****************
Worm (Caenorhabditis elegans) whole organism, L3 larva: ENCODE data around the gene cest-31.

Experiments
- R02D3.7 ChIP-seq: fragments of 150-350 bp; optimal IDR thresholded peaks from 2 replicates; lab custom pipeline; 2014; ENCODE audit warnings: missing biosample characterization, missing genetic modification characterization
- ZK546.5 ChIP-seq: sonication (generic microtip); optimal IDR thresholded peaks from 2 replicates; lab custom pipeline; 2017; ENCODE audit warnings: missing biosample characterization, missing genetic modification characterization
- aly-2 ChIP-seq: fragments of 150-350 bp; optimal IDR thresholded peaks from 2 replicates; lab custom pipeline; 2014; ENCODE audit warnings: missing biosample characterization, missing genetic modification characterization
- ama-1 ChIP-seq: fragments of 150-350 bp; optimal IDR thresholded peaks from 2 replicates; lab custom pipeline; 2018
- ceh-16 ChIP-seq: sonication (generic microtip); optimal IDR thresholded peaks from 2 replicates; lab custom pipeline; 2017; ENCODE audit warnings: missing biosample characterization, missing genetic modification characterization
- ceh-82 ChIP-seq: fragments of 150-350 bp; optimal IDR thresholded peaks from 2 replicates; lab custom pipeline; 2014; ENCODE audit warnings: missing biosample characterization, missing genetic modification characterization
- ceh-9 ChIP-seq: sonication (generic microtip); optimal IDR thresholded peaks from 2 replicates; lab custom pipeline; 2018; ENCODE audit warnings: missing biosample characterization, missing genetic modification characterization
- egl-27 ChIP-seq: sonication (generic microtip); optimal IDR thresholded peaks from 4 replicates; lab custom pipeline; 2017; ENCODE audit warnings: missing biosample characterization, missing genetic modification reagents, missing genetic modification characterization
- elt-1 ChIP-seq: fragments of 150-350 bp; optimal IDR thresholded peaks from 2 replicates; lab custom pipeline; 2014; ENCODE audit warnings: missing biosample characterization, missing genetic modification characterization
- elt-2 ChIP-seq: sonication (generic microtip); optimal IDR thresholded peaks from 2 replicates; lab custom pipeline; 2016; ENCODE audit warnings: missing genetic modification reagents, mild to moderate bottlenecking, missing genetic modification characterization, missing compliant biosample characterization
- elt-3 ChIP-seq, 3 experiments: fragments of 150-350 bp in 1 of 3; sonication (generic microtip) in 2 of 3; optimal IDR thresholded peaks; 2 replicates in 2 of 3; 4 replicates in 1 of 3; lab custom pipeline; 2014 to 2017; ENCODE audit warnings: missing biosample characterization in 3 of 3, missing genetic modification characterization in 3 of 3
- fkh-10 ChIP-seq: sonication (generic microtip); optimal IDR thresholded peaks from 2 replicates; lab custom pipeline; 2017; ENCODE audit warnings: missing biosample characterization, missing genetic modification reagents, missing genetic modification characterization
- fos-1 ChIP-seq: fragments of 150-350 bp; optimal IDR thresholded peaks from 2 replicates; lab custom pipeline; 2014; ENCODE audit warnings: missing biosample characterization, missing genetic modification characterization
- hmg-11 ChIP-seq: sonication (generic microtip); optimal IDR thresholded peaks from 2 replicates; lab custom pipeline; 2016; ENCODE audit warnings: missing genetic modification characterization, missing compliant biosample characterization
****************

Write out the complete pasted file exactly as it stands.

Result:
Worm (Caenorhabditis elegans) whole organism, L3 larva: ENCODE data around the gene cest-31.

Experiments
- R02D3.7 ChIP-seq: fragments of 150-350 bp; optimal IDR thresholded peaks from 2 replicates; lab custom pipeline; 2014; ENCODE audit warnings: missing biosample characterization, missing genetic modification characterization
- ZK546.5 ChIP-seq: sonication (generic microtip); optimal IDR thresholded peaks from 2 replicates; lab custom pipeline; 2017; ENCODE audit warnings: missing biosample characterization, missing genetic modification characterization
- aly-2 ChIP-seq: fragments of 150-350 bp; optimal IDR thresholded peaks from 2 replicates; lab custom pipeline; 2014; ENCODE audit warnings: missing biosample characterization, missing genetic modification characterization
- ama-1 ChIP-seq: fragments of 150-350 bp; optimal IDR thresholded peaks from 2 replicates; lab custom pipeline; 2018
- ceh-16 ChIP-seq: sonication (generic microtip); optimal IDR thresholded peaks from 2 replicates; lab custom pipeline; 2017; ENCODE audit warnings: missing biosample characterization, missing genetic modification characterization
- ceh-82 ChIP-seq: fragments of 150-350 bp; optimal IDR thresholded peaks from 2 replicates; lab custom pipeline; 2014; ENCODE audit warnings: missing biosample characterization, missing genetic modification characterization
- ceh-9 ChIP-seq: sonication (generic microtip); optimal IDR thresholded peaks from 2 replicates; lab custom pipeline; 2018; ENCODE audit warnings: missing biosample characterization, missing genetic modification characterization
- egl-27 ChIP-seq: sonication (generic microtip); optimal IDR thresholded peaks from 4 replicates; lab custom pipeline; 2017; ENCODE audit warnings: missing biosample characterization, missing genetic modification reagents, missing genetic modification characterization
- elt-1 ChIP-seq: fragments of 150-350 bp; optimal IDR thresholded peaks from 2 replicates; lab custom pipeline; 2014; ENCODE audit warnings: missing biosample characterization, missing genetic modification characterization
- elt-2 ChIP-seq: sonication (generic microtip); optimal IDR thresholded peaks from 2 replicates; lab custom pipeline; 2016; ENCODE audit warnings: missing genetic modification reagents, mild to moderate bottlenecking, missing genetic modification characterization, missing compliant biosample characterization
- elt-3 ChIP-seq, 3 experiments: fragments of 150-350 bp in 1 of 3; sonication (generic microtip) in 2 of 3; optimal IDR thresholded peaks; 2 replicates in 2 of 3; 4 replicates in 1 of 3; lab custom pipeline; 2014 to 2017; ENCODE audit warnings: missing biosample characterization in 3 of 3, missing genetic modification characterization in 3 of 3
- fkh-10 ChIP-seq: sonication (generic microtip); optimal IDR thresholded peaks from 2 replicates; lab custom pipeline; 2017; ENCODE audit warnings: missing biosample characterization, missing genetic modification reagents, missing genetic modification characterization
- fos-1 ChIP-seq: fragments of 150-350 bp; optimal IDR thresholded peaks from 2 replicates; lab custom pipeline; 2014; ENCODE audit warnings: missing biosample characterization, missing genetic modification characterization
- hmg-11 ChIP-seq: sonication (generic microtip); optimal IDR thresholded peaks from 2 replicates; lab custom pipeline; 2016; ENCODE audit warnings: missing genetic modification characterization, missing compliant biosample characterization